Posts Tagged With: history

Conwy Castle

Conwy Castle, like its fellow Welsh castles of Beaumaris and Caernarfon are World Heritage sites and looked after by Cadw. Built between 1283 and 1287 under the orders of Edward I as part of his conquest of Wales it’s an impressive medieval fortress that absolutely dominates the skyline and is very well preserved for its age, including the most intact set of medieval royal apartments in Wales.

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St John’s Church, Carrington, Nottingham

I visited St. John’s Church in Carrington back when we had some snow in March. The doors were locked so I couldn’t go inside but the graveyard proved to be quite interesting on its own. Building of the church began in 1841 thanks to an endowment from Ichabod Wright, a local banker who lived in Mapperley Hall not far from the church and which has since been turned into flats.

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St Grwst’s Church, Llanrwst

I first spotted St Grwst’s Church from across the Conwy River when I was photographing the area and that reminded me that I’d read in the history of St Mary’s Church in Conwy that a connection to Llywelyn the Great could be found at St Grwst’s and it was somewhere worth visiting. According to legend a Welsh nobleman called Nefydd Hardd murdered a son of Owain Gwynedd, king of Gwynedd, North Wales and in atonement for his actions Nefydd’s son had the church built in 1170. It was dedicated to Grwst, a saint who had set up a church nearby in the 6th century.

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Llanrwst War Memorial

Just to the left of Llanrwst Railway Station, heading towards the town, is the Llanrwst War Memorial. The memorial commemorates the dead of both World Wars including Janet Jones, who was a teacher before enlisting as one of the early members of the Women’s Royal Air Force. She died on 21 December 1918, after the war had ended, aged only 28. Her brother Hugh is also remembered here, he died in Gallipoli in 1915 aged just 23.

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Pont Fawr, Llanrwst, Wales

Pont Fawr (Big Bridge) was built in the 1630s and is often called “Inigo Jones’ Bridge” after the architect of such buildings as Banqueting House and St Paul’s Church, Covent Garden. I say is often called, because there’s not actually a lot of evidence to prove that Inigo Jones was involved at all, but there isn’t anything to say he wasn’t either. A plaque on the bridge claims that Jones designed it at the behest of Sir John Wynn of, you guessed it, Gwydir Castle.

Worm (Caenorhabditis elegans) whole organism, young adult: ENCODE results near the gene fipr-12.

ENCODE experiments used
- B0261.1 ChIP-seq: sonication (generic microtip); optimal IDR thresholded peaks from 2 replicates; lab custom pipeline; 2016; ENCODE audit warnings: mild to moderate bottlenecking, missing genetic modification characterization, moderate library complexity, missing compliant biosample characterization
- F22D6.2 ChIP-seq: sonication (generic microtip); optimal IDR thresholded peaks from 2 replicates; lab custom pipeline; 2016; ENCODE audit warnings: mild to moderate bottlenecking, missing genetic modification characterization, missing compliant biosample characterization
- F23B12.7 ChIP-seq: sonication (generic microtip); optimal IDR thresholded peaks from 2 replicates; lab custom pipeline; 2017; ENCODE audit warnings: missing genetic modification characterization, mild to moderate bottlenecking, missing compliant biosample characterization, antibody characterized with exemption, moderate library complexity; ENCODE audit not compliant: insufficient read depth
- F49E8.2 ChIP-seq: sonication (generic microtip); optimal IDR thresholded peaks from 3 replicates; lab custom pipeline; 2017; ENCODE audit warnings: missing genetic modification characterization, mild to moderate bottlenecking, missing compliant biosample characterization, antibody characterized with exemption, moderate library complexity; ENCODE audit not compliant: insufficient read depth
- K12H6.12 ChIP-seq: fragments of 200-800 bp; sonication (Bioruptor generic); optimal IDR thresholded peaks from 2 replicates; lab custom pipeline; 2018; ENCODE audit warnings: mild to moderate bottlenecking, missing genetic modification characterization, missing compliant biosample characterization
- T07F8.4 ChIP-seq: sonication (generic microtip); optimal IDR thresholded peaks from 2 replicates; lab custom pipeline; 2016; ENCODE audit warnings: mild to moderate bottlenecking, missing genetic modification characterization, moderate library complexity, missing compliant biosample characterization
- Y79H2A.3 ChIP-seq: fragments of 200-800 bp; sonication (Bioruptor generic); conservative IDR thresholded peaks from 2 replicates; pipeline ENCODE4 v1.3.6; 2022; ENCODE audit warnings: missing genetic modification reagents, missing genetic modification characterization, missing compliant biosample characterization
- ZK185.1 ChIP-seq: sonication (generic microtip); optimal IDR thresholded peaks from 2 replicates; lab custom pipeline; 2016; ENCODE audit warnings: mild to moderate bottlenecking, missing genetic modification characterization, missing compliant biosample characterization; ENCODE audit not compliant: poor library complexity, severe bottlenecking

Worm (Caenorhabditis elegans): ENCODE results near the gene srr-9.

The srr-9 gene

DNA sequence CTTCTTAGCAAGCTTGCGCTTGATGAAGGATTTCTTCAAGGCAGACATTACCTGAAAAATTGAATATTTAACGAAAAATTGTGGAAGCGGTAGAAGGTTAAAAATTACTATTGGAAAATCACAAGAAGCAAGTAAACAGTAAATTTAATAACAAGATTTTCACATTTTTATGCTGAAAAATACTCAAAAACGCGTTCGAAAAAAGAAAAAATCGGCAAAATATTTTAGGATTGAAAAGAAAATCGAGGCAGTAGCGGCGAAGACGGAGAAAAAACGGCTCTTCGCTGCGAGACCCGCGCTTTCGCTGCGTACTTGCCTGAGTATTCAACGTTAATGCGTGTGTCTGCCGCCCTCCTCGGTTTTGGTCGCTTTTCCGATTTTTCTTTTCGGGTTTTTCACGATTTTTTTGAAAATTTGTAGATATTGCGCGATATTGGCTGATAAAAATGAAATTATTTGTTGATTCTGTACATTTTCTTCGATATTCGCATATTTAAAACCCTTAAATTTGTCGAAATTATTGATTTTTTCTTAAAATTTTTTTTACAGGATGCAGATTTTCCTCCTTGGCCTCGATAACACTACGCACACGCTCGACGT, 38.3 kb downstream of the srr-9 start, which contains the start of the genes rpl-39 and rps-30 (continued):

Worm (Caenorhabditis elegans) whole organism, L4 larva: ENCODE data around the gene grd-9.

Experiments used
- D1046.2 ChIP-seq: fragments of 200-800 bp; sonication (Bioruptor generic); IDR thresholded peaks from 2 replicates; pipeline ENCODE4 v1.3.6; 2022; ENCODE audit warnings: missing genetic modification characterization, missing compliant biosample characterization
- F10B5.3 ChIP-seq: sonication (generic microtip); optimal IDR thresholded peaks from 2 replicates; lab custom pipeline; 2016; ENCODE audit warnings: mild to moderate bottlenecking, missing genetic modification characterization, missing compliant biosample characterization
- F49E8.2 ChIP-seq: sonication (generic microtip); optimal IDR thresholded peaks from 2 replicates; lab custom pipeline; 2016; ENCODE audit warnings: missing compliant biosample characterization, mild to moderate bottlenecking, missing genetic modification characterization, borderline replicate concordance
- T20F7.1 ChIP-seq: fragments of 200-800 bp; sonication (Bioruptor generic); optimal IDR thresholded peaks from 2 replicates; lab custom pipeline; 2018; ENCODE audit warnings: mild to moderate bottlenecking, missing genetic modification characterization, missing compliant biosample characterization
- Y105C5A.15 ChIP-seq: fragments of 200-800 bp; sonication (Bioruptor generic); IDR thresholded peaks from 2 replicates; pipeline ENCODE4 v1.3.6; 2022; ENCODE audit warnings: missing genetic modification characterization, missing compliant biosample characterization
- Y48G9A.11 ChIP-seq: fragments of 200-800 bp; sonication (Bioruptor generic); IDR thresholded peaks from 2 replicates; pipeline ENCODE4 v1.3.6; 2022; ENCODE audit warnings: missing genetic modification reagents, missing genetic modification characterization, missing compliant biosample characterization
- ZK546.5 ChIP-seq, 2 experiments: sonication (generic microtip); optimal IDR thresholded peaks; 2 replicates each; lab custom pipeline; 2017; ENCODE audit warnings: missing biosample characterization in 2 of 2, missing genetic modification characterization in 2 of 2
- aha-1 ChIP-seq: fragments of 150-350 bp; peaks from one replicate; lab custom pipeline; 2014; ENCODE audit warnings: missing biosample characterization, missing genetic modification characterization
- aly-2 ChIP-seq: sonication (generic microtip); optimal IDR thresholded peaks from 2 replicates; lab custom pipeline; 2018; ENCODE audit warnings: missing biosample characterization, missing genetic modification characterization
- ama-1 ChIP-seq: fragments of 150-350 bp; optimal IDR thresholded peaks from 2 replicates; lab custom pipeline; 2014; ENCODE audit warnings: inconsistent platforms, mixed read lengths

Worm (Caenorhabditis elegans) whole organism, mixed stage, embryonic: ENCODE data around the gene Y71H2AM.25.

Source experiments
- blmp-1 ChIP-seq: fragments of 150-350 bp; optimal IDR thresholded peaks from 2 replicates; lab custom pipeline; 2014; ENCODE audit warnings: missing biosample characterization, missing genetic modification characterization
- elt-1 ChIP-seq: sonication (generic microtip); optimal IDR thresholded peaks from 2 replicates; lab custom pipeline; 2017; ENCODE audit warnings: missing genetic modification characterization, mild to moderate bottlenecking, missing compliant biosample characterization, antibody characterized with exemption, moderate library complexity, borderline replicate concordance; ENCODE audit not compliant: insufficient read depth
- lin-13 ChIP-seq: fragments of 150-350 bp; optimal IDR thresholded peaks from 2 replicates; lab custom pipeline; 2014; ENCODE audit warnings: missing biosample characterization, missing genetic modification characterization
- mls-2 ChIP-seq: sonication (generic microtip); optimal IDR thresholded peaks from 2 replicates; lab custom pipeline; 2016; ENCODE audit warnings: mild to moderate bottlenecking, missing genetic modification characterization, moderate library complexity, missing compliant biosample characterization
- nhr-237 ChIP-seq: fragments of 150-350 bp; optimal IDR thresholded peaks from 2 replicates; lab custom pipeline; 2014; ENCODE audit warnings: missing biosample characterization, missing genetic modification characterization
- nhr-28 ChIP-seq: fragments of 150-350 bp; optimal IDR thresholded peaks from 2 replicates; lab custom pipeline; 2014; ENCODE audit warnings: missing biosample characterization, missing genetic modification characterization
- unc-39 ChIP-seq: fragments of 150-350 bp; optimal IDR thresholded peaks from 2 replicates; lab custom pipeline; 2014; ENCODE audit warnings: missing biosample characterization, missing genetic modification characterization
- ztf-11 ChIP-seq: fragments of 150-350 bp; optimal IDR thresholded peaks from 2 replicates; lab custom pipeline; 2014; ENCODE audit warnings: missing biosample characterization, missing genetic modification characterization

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Gorsedd Stone Circle, Llanrwst

I was surprised on making my way to Gwydir Castle, to spot a stone circle in a field. I didn’t venture any further than this as I didn’t really have the time for a long detour but I did make a mental note to do some research when I got home. It turns out these are a rather recent addition, constructed for the National Eisteddfod of Wales (a large festival of music and poetry). The festival started in 1861 in Aberdare and happens annually in different locations around Wales. It first came to Llanrwst in 1951, when these stones were erected. The Gorsedd is an association of people who have made a significant contribution to Welsh language, literature and culture and is responsible for the ceremonial aspects of the National Eisteddfod which often takes place at the stone circles. A rather unusual bit of history but a nice addition to the scenery.

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Gwydir Uchaf Chapel and Gwydir Forest Park, Llanrwst, Wales

On leaving Gwydir Castle I was heading back towards Llanrwst when I spotted some stone steps leading up the side of a hill opposite. Intrigued I decided to investigate. It lead me up a steep winding path through dense trees with birds that I heard but couldn’t see singing all around me.

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Gwydir Castle, Llanrwst, Wales

I came across Gwydir Castle while browsing Conwy’s tourist page and immediately decided that it was somewhere I wanted to see. As already mentioned in the post about Llanrwst, the town is easy to get to by train and the castle is a pleasant roughly 20 minute walk from the station. It isn’t open every day so you really must check dates and times before you travel. Admission is currently £10 for adults.

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Wollaton Park – March 2023

After visiting the Sophie Ryder exhibition I decided to walk up through the University of Nottingham campus and enter Wollaton Park by the Derby Road gate of Beeston Lodge which I’ve never actually entered through before, despite having visited Wollaton Park since childhood. The lodge is Grade II listed and dates from 1832 – it was built by the then owner of Wollaton Hall, Henry Willoughby, 6th Baron Middleton and, along with other gatehouses around the park, was built after the Nottingham Reform Riots in October 1831.

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Throwback Thursday: London Coal Exchange Dragons, Victoria Embankment

Marking the boundary of the City of London these dragons are from the London Coal Exchange which was demolished in the 1960s. The Corporation of London’s street committee selected the statues as the model for the boundary markers in 1964 and replicas were erected at main entrances to the City.

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